Like Pad Thai, you can find this dish in many restaurants as well as street markets, but I find the street vendors to be a lot more daring with interesting ingredients. Despite the heavy flavors, this dish is not particularly spicy, so it’s quite accessible for most people.

5. Braised Pork Leg on Rice
(Khao Kha Moo in Thai)

Thailanese braised pork leg on rice

Its name may not sound appealing but it’s simply delicious.

This dish is made with the meat and skin of pork shank, tenderized by being slowly marinated and stewed in a flavorful stock (exactly what kind of stock I can’t tell you). It is served by being poured over a bed of white rice, and usually with a slice or two of boiled eggs on the side.

If you like pork as I do, you’ll probably be asking for another serving as soon as you finish what’s on your plate.

Bonus: Fried Scorpion or Tarantula

Fried scorpion or tarantula Thailand

This “dish” is only found in Bangkok around the famous (or infamous, depends on who you ask) Khao San Road night market.

I hesitated for a whole day before deciding to give this a try. I’m not going to lie, this is a pure novelty food, it won’t fill you up, and it certainly can’t be described as delicious by any definition of the word.

However, where else in the world can you eat something as outlandish as this? And you know what, it’s not half as bad as you think it is, and to my untrained palette it tastes just like crispy pork.

So, close your eyes, eat the whole thing in one bite, don’t think about what you just put in your mouth, and it’ll be over before you know it.

Prices

As you can probably imagine, the prices of street foods are generally low. A typical dish will cost you between 40 to 70 Thai Baht, or USD$1.25 – $2.25. The most expensive “normal” street dish I’ve come across cost 80-120 Baht ($2.5-$3.75). I usually need to have 2-3 dishes to be full, so dinner will cost me anywhere between $2.5-$7.

Of course, this varies by cities too. The capital Bangkok has the highest prices in the entire country, while prices in other cities are lower. Furthermore, generally speaking, there is not much room for haggling on food items. Numbeo is a great website to use to look up prices in Thailand and other countries.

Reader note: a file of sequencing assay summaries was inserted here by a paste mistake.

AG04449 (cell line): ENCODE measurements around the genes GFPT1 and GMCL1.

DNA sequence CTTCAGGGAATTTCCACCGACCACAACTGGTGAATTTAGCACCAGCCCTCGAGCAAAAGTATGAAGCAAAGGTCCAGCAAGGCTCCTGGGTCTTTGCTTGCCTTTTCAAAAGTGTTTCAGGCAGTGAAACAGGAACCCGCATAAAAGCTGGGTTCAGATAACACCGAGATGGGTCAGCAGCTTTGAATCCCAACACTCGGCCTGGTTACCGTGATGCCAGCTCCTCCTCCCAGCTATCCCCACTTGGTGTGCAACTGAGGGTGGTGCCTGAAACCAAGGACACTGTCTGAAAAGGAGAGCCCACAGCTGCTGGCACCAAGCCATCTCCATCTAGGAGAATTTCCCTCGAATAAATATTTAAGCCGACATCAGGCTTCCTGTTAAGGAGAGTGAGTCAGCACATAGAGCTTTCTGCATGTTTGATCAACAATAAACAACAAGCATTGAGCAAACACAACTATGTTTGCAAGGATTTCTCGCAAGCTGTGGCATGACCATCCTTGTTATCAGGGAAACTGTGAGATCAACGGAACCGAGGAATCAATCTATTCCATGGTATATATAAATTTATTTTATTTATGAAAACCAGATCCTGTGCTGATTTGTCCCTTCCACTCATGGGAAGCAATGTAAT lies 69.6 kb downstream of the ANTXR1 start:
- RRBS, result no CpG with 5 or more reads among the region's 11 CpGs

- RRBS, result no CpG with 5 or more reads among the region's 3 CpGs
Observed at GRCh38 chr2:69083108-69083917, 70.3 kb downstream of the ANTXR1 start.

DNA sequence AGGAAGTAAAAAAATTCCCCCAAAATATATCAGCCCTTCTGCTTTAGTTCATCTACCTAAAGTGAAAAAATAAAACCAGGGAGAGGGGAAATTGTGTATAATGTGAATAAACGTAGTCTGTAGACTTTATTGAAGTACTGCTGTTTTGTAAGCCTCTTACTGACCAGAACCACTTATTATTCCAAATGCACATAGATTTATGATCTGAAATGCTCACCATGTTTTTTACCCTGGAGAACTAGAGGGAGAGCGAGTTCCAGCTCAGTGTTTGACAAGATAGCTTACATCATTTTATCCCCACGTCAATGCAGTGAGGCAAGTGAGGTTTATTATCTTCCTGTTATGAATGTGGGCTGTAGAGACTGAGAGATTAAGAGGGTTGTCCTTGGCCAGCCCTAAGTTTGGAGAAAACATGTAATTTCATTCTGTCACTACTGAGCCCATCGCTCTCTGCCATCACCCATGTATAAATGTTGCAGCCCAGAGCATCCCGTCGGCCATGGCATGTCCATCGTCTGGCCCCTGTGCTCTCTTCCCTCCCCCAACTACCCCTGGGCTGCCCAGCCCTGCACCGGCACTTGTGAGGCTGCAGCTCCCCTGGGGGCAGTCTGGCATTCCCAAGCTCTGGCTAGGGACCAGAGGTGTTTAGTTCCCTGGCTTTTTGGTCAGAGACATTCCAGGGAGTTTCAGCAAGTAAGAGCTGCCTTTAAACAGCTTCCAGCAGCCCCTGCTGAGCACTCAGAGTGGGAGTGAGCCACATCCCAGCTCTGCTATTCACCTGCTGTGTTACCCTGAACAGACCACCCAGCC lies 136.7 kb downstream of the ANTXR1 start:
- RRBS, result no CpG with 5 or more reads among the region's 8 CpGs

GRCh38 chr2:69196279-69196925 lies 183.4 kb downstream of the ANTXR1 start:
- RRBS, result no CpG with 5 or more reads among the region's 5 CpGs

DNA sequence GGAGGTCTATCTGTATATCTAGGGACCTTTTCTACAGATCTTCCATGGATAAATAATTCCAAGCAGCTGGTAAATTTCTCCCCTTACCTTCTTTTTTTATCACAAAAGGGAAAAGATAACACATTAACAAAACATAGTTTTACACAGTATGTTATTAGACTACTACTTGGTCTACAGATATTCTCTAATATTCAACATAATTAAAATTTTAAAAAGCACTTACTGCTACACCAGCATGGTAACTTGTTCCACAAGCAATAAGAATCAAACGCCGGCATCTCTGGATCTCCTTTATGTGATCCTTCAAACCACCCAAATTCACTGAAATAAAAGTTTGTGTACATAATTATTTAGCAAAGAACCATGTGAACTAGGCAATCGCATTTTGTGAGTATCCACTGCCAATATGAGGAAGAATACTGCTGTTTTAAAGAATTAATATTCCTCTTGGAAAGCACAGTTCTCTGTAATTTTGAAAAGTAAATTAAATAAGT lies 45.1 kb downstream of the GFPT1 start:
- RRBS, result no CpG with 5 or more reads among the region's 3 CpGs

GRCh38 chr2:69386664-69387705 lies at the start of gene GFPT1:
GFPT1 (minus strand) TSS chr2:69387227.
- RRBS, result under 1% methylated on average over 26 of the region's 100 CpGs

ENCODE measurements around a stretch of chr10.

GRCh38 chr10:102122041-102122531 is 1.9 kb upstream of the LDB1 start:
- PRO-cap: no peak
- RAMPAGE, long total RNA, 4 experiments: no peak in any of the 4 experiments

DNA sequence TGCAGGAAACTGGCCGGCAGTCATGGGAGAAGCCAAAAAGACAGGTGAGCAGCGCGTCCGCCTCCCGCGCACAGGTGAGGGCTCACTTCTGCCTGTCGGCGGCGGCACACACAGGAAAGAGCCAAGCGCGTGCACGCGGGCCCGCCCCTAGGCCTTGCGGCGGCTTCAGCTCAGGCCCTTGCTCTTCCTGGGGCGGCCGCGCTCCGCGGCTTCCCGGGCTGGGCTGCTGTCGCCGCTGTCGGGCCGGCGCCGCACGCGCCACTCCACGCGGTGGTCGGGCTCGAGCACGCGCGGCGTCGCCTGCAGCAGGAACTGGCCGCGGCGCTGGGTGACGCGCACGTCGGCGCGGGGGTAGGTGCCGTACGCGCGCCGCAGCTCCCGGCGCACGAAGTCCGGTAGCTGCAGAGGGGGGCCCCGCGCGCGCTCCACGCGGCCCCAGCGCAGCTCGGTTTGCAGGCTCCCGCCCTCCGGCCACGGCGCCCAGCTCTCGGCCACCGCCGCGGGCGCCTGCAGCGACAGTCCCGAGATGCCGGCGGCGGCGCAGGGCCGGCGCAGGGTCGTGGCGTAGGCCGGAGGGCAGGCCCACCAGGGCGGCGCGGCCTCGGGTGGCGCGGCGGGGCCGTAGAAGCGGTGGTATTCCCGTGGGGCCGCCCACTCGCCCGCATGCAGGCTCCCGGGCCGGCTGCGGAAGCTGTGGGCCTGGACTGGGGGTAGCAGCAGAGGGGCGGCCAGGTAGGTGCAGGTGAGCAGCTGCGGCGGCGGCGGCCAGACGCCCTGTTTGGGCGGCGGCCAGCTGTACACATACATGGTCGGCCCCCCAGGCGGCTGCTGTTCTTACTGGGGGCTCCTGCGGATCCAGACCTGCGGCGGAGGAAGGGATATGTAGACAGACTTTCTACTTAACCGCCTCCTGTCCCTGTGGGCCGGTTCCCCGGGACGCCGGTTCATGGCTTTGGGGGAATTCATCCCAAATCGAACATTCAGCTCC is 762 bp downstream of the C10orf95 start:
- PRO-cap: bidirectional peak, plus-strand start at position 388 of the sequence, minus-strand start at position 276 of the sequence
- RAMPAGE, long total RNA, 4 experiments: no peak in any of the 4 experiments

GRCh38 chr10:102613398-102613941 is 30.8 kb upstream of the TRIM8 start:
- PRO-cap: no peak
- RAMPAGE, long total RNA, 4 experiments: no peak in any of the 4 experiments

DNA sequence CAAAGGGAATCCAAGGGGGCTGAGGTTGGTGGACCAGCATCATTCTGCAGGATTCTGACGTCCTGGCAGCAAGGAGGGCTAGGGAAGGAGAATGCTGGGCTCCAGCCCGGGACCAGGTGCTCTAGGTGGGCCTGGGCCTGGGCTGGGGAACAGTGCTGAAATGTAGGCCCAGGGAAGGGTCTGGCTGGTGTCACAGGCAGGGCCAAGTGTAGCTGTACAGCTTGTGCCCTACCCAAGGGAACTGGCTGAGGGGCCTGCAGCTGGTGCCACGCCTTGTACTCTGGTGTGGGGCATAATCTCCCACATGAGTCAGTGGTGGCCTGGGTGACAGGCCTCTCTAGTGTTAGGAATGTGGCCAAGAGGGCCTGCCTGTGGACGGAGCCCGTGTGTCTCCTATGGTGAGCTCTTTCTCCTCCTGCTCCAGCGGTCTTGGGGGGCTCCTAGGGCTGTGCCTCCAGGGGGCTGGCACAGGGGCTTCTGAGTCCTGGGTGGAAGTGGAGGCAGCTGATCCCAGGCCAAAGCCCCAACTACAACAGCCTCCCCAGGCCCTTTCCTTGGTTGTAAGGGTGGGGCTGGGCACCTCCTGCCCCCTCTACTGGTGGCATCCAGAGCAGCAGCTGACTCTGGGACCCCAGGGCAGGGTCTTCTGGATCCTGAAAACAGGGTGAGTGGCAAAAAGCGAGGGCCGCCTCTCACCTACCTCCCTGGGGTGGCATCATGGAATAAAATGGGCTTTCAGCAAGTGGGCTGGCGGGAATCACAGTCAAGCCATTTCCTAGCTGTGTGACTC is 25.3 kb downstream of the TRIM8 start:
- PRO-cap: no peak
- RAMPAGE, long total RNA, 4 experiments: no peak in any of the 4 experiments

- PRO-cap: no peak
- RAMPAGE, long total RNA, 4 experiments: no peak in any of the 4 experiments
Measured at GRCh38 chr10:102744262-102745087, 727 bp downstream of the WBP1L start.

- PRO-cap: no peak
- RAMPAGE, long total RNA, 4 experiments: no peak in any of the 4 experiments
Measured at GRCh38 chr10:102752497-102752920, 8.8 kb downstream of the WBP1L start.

Health and safety

One of the biggest concerns many travelers have around eating street food is cleanliness. After all, these stalls are open air in the middle of the city where dust and car exhaust abound, and it’s unclear what kind of regulations are in place for safe food handling.

Obviously, I’m not an expert in public health, but speaking from personal experience living in Chiang Mai and relaying the experiences of many of my expat friends, the vast majority of travelers do not encounter serious issues with street foods in Thailand. Of all my friends, I know only one couple that got severe food poisoning in Chiang Mai, and even that was from a restaurant rather than a street food vendor.

Still, it’s never a bad idea to be cautious. Go to the night markets early to get the freshest batch of food, and especially avoid meat dishes that have been sitting around for more than 2 hours. Watch the food handler and ensure that they are not using the same hand to handle money and food without using gloves.

And as a peace-of-mind measure, take Dukoral before you visit Thailand and check with your doctor to see what other medications they suggest.